Like any other business, running a store entitles you to write off expenses from your business income. The basic IRS rule is that a deduction has to be "ordinary and necessary" to be legitimate. If other, similar store owners spend money on the same kind of expenses you do, your expenses are ordinary. And any expense that helps you do business is "necessary" -- even if you could get by without it.

Cost of Goods Sold

Whether your store sells gourmet coffee, shoes or surfboards, the cost of goods sold is a write-off for you. Start by taking the value of your inventory at the beginning of the year. Then add in the cost of all the inventory you bought during the next 12 months. Subtract the value of your end-of-year inventory and you get the deductible cost of goods sold. Subtract that from your gross receipts for the year.

The Store

If you rent space, as many retailers do, your rent is a tax-deductible business expense. So are all the other expenses required to keep your store going, such as power, water, cleaning, repairs and maintenance. You may be able to claim some of your overhead as part of the costs of goods sold but you can't then deduct it as a separate business expense as well. Choose whichever way gives you the best tax break.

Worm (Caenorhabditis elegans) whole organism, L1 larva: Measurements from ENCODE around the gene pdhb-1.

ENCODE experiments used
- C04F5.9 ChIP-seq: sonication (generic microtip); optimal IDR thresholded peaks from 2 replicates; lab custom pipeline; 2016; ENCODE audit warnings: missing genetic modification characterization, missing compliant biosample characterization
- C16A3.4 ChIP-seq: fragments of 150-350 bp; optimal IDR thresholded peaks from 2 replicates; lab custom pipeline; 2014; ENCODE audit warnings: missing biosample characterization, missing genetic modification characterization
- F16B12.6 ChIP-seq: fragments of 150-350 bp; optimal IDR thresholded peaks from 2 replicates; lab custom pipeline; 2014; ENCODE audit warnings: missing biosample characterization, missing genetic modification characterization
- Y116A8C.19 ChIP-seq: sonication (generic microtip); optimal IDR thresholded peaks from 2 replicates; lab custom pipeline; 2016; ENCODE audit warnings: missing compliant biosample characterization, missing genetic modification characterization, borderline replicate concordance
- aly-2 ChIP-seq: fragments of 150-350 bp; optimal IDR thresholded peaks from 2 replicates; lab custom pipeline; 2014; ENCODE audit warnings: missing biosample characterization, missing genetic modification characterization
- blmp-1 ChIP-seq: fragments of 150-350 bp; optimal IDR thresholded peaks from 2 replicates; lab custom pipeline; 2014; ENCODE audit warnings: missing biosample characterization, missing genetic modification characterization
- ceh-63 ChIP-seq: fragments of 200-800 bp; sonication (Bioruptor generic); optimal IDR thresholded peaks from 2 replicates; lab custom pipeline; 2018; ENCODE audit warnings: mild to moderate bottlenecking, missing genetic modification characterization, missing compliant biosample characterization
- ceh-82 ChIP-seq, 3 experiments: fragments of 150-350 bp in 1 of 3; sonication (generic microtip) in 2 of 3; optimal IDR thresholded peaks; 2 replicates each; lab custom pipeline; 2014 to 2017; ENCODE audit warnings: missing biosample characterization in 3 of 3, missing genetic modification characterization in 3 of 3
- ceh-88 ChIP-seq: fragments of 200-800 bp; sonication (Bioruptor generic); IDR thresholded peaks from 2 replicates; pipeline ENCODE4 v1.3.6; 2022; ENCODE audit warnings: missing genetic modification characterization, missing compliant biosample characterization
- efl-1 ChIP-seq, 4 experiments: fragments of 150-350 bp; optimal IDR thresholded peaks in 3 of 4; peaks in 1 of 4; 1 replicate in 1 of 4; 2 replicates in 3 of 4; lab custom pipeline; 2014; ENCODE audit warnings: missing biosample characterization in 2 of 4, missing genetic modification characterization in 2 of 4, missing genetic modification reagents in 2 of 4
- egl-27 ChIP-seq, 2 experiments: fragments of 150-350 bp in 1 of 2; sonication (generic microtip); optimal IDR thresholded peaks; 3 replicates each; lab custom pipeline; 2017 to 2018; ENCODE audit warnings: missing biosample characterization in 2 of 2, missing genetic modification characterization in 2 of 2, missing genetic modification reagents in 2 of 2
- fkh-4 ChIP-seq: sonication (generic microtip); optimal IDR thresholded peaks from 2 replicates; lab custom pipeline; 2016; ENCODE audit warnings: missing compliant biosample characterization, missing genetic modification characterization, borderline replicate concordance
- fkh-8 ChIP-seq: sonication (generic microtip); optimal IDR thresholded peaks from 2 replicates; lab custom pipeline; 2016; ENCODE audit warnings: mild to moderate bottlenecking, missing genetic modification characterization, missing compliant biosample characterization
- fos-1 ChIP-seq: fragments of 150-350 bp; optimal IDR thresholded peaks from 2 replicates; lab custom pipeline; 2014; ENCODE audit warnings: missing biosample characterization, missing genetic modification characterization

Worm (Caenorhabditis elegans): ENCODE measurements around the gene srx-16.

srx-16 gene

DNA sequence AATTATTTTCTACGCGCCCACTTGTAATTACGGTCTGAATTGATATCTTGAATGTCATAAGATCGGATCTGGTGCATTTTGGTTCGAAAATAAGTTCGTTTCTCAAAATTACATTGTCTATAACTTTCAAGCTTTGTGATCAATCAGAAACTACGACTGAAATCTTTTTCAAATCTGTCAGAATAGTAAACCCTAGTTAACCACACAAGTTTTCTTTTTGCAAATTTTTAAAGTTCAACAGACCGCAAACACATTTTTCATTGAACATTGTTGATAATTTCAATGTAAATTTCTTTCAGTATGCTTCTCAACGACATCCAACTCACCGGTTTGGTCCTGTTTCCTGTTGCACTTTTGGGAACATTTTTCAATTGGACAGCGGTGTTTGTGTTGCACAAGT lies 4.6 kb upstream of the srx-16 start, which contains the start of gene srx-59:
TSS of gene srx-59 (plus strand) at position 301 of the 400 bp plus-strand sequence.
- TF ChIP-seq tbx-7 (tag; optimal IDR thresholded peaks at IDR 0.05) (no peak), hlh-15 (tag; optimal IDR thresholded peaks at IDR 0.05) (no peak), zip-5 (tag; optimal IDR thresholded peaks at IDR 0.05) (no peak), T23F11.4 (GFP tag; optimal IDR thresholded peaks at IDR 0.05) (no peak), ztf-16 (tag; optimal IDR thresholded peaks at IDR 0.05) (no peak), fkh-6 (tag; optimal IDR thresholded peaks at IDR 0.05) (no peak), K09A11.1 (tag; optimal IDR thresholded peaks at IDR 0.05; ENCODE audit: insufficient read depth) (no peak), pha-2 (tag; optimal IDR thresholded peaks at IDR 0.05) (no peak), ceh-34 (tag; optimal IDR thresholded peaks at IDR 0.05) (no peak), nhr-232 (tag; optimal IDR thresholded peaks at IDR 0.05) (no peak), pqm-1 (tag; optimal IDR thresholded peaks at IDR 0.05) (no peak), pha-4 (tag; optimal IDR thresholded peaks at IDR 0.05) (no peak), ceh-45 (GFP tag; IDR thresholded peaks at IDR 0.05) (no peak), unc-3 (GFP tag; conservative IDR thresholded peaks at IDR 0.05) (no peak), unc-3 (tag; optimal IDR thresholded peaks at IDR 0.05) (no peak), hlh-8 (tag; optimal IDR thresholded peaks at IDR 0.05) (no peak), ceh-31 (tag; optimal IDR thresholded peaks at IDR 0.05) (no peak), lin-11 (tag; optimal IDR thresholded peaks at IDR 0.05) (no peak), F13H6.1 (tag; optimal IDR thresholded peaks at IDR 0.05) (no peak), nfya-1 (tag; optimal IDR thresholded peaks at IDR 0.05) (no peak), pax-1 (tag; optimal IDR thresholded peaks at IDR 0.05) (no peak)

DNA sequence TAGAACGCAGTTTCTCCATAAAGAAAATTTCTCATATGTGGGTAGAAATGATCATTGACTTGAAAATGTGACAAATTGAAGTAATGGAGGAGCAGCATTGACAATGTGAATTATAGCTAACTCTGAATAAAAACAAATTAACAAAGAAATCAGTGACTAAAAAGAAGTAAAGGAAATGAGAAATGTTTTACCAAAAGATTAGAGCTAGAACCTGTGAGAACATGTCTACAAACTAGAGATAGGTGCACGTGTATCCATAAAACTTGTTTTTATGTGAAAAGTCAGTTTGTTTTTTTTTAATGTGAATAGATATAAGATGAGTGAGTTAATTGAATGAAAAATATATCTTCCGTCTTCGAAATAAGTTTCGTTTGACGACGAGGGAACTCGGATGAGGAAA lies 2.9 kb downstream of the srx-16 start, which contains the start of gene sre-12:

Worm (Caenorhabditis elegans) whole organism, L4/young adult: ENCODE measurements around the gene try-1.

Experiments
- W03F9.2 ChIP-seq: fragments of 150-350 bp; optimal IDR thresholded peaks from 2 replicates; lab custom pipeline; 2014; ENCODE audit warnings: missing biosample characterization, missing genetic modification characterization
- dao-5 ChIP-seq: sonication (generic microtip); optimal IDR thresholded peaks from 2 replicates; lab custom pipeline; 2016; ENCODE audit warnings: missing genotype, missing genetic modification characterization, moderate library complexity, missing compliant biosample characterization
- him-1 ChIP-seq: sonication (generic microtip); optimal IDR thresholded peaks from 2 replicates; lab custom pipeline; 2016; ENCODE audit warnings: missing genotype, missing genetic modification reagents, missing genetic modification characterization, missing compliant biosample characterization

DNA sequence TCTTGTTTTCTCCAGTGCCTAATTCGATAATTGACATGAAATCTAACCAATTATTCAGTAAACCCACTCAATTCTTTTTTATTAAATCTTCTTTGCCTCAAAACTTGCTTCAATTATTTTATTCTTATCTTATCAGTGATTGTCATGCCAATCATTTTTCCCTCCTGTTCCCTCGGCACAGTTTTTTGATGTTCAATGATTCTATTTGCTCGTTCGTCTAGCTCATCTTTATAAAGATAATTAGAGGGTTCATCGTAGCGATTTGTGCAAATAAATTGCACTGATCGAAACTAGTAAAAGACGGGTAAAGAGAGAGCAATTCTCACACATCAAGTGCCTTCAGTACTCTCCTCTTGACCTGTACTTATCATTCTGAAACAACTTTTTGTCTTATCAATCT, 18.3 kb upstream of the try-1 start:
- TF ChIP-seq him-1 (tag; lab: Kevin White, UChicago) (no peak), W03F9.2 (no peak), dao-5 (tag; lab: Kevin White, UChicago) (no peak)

A successful store requires a sales staff, and their pay is a tax deduction. This includes employee salaries, sick leave and vacation and money you put in their 401(k) accounts. It also covers the money you spend on fringe benefits such as health insurance. Employees' pay must be for work they actually perform, and it must be reasonable. If the IRS decides you're paying your staff an excessive amount compared to the local standard, you may not be able to write it off.


Pretty much everything you buy as equipment for your store is deductible. That includes tables, cash registers, chairs, shelves, office supplies and computers. You can write them off two ways. Most purchases can be written off under section 179 of the tax code so that you can deduct the entire amount the year you spend the money. If you prefer, you can depreciate the items over several years to give you smaller, regular write-offs year after year.